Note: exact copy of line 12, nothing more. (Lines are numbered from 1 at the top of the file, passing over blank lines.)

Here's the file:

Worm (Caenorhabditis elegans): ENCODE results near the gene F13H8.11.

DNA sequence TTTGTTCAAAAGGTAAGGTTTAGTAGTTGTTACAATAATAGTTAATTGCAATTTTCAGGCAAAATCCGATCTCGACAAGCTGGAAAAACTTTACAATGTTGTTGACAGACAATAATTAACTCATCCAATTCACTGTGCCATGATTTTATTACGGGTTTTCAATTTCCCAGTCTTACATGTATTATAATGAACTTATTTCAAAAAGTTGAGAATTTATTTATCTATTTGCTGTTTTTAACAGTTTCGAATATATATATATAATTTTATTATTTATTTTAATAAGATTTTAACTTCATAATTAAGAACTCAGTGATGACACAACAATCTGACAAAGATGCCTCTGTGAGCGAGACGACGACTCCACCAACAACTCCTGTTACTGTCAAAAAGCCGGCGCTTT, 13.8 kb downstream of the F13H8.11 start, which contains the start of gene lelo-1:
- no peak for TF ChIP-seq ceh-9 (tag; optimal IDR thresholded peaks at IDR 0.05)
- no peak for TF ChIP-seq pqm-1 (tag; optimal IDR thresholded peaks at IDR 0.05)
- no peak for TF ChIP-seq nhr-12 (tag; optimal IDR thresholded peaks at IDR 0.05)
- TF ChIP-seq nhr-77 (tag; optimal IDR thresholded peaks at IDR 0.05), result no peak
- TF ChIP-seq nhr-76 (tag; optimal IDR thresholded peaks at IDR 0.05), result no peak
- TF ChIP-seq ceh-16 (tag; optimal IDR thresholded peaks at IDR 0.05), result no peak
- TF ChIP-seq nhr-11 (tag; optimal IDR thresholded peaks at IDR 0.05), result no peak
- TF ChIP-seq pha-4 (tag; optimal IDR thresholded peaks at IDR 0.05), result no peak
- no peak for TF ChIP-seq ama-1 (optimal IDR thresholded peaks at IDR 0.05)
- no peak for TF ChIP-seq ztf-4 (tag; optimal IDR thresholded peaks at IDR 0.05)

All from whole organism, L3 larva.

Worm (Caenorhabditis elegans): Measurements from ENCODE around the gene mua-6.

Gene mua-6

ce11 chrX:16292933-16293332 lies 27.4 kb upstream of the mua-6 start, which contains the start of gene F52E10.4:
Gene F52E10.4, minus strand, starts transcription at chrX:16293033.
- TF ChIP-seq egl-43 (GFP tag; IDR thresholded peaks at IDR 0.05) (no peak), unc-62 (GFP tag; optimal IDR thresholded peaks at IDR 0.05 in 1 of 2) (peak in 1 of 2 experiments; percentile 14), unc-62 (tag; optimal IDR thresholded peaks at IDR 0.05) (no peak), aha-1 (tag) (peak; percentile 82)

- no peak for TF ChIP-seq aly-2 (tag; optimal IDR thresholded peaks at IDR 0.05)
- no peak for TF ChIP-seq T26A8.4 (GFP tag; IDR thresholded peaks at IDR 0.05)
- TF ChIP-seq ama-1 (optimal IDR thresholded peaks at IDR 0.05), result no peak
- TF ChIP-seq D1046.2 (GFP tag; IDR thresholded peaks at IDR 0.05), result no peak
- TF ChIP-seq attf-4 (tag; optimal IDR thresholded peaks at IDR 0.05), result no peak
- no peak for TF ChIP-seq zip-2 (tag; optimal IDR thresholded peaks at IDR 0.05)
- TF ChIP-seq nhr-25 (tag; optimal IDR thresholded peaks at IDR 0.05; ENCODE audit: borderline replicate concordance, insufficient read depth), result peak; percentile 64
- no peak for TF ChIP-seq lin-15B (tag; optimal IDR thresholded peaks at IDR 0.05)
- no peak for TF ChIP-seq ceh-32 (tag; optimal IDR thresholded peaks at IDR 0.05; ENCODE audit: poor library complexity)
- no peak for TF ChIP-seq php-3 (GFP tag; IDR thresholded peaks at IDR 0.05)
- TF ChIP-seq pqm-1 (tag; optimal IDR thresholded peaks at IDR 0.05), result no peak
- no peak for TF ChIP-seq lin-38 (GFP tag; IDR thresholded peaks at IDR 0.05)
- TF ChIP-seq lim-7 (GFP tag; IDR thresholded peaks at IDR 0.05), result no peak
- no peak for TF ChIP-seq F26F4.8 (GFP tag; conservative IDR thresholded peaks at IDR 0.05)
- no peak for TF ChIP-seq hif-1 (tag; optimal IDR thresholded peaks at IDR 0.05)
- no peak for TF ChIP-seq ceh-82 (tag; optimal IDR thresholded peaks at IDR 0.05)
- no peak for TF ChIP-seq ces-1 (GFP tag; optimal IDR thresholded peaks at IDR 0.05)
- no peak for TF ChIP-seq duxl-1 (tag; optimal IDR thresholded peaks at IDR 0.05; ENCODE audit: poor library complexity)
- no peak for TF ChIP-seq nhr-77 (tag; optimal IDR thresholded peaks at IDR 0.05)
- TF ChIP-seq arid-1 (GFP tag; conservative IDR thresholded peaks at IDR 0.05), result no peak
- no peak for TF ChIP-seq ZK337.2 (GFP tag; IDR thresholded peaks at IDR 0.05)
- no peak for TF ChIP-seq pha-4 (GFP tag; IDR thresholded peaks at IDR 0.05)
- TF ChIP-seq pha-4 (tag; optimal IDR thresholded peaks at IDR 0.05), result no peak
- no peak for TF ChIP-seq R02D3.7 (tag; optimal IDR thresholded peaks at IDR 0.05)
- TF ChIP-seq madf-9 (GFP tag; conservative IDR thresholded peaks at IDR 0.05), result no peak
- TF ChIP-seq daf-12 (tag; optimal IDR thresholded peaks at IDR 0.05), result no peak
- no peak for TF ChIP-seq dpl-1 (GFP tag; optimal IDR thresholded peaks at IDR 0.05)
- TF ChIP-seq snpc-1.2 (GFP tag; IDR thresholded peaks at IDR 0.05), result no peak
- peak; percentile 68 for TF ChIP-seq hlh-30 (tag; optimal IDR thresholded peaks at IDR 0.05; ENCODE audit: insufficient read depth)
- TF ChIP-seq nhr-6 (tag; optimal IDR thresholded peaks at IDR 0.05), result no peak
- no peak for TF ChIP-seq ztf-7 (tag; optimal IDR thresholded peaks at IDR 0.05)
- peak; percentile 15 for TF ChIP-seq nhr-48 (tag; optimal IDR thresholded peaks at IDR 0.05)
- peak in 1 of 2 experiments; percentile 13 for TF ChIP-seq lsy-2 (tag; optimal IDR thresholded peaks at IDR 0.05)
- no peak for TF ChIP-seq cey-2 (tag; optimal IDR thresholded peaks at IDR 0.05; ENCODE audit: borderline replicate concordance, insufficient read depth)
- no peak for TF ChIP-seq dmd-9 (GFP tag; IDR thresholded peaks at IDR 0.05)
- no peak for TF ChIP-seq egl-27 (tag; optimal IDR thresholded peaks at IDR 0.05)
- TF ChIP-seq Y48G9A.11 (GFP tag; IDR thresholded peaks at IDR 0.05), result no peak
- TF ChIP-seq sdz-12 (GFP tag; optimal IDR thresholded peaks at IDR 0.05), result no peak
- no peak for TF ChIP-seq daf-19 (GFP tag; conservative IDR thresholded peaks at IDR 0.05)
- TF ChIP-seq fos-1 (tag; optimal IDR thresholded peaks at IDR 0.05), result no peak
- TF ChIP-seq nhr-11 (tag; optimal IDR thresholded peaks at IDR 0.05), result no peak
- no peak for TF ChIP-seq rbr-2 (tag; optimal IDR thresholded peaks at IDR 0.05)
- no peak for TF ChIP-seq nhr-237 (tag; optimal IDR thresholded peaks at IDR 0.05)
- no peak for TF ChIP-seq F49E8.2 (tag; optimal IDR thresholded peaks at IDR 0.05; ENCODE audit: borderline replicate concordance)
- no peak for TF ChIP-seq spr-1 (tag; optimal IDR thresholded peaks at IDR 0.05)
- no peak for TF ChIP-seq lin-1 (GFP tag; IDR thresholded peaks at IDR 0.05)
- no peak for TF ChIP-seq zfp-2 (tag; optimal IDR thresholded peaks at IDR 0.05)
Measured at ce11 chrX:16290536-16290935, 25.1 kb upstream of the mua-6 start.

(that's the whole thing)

- no peak for TF ChIP-seq ztf-4 (tag; optimal IDR thresholded peaks at IDR 0.05)